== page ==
- September 18, 2020
- Posted by: West Wind Education Policy
- Category: For Educators
Students experience issues related to race daily and conversations about race occur in the classroom all the time. Schools are in a special position because they have the potential to help prepare students to navigate conversations and experiences around race. For teachers and students, especially white teachers and students, learning to discuss race is a constantly evolving process, and needs to be handled with care. Educators and education leaders need to ensure that they have developed and continue honing their skills to talk about race as it comes up and to engage dialogues about race in the classroom.
It is key to think ahead about how race conversations might look in a classroom or building and to work with faculty and staff to prepare and plan for responses to conversations and ways race will be incorporated into classroom discussions and learning. This will not come naturally to all teachers or leaders and having a team work on this together can be useful as a plan is implemented. It is also key to plan for how the team and the individuals will reflect on what worked, what did not work, and how to make improvements.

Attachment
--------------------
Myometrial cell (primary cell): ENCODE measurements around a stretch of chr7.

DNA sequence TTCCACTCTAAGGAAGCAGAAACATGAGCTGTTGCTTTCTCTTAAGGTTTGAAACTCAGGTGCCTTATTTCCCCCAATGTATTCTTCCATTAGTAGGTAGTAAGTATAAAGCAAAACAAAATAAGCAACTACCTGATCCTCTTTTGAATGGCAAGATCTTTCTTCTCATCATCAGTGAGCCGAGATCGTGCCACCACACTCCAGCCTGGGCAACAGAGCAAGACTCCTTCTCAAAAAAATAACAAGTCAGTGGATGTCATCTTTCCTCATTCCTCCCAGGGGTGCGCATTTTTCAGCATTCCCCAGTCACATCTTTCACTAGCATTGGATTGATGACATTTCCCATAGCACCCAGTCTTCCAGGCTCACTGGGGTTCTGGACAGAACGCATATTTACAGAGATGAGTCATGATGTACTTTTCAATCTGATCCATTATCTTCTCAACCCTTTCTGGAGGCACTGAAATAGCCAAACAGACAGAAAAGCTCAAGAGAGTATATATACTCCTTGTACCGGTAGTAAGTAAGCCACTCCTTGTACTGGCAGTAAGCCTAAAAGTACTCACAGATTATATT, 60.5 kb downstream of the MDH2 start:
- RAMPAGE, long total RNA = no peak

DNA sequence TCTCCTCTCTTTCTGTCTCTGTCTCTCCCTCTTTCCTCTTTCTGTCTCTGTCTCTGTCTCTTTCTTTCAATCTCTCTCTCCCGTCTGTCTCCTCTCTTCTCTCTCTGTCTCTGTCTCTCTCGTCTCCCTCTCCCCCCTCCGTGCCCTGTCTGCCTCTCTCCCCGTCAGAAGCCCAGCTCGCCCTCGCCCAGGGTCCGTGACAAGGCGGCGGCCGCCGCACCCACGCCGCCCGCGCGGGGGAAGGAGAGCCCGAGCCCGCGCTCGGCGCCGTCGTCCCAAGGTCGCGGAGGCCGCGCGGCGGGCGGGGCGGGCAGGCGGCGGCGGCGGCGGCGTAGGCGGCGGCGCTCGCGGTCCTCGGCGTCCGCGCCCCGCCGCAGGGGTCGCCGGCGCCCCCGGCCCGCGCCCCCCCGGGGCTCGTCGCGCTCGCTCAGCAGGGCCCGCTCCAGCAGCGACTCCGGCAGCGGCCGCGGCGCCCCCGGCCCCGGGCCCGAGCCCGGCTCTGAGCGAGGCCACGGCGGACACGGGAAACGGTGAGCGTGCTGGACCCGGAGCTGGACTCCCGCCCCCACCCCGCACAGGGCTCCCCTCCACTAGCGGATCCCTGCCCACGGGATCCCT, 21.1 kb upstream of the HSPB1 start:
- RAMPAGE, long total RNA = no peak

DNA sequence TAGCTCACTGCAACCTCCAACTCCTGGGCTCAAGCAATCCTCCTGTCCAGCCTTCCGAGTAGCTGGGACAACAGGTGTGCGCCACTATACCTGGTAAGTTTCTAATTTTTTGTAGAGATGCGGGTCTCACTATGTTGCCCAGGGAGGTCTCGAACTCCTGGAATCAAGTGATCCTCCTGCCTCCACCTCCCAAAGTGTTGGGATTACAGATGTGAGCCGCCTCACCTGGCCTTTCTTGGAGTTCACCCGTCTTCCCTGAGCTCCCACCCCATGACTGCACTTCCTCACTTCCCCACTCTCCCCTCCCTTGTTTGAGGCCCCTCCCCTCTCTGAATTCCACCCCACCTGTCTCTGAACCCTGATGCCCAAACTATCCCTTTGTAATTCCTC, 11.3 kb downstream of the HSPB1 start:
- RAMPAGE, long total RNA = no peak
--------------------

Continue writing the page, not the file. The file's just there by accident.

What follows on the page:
West Wind’s resource, Incorporating Dialogues about Race in the Classroom, provides teachers and building leaders with three stages to consider when incorporating race dialogues in the classroom: 1) Preparing and Planning, 2) Practice and Implementation, and 3) Reflect on Impact. If you are a member you can access the resource at the link below.